The Arthritis NewsletterSpring 2016
From Volunteer to Research TraineeBy Sheila Kerr
Over the past three years we have watched Sharan Rai evolve from a patient volunteer attending the Arthritis Patient Advisory Board (APAB) meetings to an Arthritis Research Canada (ARC) Trainee presenting her work. She is a champion for bringing the patient voice into the many research projects at ARC, from inception of an idea to dissemination of results and supporting other young adults with arthritis.
Sharan, when did you join APAB?
I joined APAB in the summer of 2012.
What made you join APAB? Did you already have the idea to become a researcher?
Not at all – that’s why joining APAB was life-changing for me! When I first joined APAB (during the summer before my senior year of university), I was looking for health and research-related extra-curricular activities to help my application to medical school. After I finished my undergraduate degree, I was very fortunate to be offered a position as a Research Assistant at ARC under the supervision of Dr. Hyon Choi. It was this position, combined with my experiences as a member of APAB that ultimately led me to pursue a career in health research.
What was your journey like from patient to researcher?
It’s been very rewarding – I really enjoy what I do. I think it’s an immense privilege to be able to ask research questions and have the resources and capacity to actually answer them.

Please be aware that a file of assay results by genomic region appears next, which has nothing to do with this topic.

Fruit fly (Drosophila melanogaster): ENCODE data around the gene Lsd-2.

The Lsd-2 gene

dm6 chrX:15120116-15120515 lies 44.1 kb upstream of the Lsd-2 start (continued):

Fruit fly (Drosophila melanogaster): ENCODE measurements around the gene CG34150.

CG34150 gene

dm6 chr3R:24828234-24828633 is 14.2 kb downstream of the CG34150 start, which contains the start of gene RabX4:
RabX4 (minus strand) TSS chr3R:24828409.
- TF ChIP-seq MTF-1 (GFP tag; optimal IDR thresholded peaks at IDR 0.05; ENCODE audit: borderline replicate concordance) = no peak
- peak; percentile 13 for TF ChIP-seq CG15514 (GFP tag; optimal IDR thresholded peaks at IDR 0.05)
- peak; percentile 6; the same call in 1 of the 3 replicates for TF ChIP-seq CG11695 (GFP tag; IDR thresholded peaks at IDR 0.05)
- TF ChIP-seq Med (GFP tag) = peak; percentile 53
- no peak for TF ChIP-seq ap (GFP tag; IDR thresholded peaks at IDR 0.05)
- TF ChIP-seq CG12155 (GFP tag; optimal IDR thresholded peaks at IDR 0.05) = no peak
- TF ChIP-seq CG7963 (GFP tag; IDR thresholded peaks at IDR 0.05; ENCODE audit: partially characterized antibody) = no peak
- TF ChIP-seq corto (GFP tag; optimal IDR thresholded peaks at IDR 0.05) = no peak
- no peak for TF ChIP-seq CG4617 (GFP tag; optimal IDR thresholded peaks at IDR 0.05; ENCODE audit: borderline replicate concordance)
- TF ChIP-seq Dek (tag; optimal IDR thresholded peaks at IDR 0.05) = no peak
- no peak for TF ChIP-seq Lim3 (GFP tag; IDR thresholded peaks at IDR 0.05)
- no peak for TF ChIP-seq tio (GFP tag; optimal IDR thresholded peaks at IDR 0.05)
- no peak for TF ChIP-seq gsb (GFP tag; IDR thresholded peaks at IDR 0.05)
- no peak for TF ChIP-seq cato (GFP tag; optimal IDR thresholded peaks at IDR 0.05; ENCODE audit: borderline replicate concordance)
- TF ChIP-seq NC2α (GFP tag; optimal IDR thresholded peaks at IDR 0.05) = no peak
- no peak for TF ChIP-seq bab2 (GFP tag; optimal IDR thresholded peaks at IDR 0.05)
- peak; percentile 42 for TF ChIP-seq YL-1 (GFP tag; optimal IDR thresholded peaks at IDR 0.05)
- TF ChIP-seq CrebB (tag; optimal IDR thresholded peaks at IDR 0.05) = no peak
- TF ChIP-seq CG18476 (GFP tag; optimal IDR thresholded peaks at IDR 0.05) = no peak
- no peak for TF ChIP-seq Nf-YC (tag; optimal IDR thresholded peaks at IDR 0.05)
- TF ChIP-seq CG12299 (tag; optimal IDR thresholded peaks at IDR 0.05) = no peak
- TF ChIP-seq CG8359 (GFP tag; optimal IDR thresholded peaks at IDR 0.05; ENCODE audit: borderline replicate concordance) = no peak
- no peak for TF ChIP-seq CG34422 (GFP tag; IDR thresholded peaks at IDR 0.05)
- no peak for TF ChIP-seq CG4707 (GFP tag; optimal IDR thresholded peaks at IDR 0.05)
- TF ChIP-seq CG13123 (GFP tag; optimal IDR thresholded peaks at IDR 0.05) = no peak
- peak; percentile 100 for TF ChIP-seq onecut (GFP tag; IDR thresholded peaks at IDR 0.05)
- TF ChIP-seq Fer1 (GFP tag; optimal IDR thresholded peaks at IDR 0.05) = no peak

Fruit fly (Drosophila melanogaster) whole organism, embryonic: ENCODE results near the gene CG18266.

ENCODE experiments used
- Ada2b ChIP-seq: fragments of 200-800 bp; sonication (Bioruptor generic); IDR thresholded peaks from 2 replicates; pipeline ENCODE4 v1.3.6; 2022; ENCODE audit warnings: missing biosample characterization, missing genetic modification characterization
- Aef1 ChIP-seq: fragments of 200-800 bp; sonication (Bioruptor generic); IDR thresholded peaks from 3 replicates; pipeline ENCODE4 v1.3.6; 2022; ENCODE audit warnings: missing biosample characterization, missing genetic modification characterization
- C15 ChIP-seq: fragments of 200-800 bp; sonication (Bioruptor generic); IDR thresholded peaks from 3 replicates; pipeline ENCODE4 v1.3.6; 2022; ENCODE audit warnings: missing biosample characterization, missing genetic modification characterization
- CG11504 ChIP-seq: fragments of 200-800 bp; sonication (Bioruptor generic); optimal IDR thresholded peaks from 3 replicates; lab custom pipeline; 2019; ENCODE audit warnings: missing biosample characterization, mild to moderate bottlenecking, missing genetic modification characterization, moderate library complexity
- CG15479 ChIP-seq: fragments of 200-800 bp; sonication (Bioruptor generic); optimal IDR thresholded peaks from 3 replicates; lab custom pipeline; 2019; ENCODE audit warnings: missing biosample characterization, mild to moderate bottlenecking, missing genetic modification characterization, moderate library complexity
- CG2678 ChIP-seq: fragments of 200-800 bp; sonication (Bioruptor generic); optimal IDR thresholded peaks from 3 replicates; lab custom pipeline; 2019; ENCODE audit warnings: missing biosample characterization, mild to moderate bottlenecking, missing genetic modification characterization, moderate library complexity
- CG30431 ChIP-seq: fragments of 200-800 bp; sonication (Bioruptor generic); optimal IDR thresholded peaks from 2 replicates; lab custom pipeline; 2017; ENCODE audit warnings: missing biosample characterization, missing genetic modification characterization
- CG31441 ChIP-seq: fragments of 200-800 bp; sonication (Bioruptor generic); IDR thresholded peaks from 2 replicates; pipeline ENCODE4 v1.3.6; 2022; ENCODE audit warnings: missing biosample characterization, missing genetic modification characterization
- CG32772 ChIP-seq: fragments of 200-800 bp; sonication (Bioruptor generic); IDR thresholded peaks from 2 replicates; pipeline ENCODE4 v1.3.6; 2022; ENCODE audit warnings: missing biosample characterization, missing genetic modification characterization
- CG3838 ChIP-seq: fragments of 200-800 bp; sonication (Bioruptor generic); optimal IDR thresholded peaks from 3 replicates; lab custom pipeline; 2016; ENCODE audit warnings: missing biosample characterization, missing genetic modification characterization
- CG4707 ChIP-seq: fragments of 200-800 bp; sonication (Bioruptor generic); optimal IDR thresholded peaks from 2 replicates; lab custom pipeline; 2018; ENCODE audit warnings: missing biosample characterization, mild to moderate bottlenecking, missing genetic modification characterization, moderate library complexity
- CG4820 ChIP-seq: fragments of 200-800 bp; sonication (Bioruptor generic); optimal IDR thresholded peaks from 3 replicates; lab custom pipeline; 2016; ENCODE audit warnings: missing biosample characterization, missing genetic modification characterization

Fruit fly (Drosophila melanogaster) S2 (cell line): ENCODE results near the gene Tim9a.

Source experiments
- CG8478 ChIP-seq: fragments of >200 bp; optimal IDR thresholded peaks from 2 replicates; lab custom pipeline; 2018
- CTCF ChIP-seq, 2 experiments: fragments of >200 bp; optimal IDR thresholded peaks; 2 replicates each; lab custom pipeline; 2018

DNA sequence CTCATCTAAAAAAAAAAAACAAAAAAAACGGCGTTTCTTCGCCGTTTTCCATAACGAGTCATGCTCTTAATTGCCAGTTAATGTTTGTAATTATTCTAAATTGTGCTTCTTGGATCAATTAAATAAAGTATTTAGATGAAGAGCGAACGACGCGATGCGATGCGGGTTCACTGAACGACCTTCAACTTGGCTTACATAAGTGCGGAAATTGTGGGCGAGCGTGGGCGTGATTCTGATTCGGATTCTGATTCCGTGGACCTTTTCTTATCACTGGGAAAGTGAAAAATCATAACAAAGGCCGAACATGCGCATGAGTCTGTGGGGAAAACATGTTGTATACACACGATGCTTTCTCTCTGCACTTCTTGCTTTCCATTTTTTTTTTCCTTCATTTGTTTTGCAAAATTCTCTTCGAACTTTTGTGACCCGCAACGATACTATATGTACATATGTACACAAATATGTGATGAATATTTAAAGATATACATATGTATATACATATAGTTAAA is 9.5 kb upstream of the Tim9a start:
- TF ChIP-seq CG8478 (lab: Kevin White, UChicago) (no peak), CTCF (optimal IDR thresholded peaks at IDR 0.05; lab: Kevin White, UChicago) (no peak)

Do you have mentors throughout this process?
Yes. I’m very grateful to be surrounded by so many supportive individuals at ARC. My primary supervisor is Dr. Hyon Choi, a world-renowned clinician-scientist whose research has informed much of what we know about gout today. To speak candidly, he accepts nothing less than everything you have to give; because of that, I’ve experienced many successes since joining his research team.
What skills and experiences at APAB did you gain that have helped your research training?
APAB fosters a very inclusive and supportive environment, which gave me the opportunity to contribute to a number of different projects and explore my interests. One of the first initiatives I got involved in was The Arthritis Newsletter (APAB’s quarterly electronic newsletter that is written by patients for patients). This reinforced how much I love writing and gave me a basis for communicating health research findings to the public.
Involvement in the INFORMED Study
What is the INFORMED study?
The INFORMED study is a qualitative research study that aims to understand patient perspectives on taking medications. There is a growing problem of “medication non-adherence” (a fancy way of saying “not taking medications as prescribed”) among patients with inflammatory arthritis, which can lead to poor health outcomes. Unfortunately, prior work aimed at improving this problem has generally been unsuccessful – we think this is primarily because the patient perspective was not incorporated into the research. Thus, we are using focus groups to better understand patients’ views and opinions on taking their medications, which will hopefully lead to effective strategies targeting this problem in the future.
Representing Young Adults with Arthritis
Engaging Patients in Research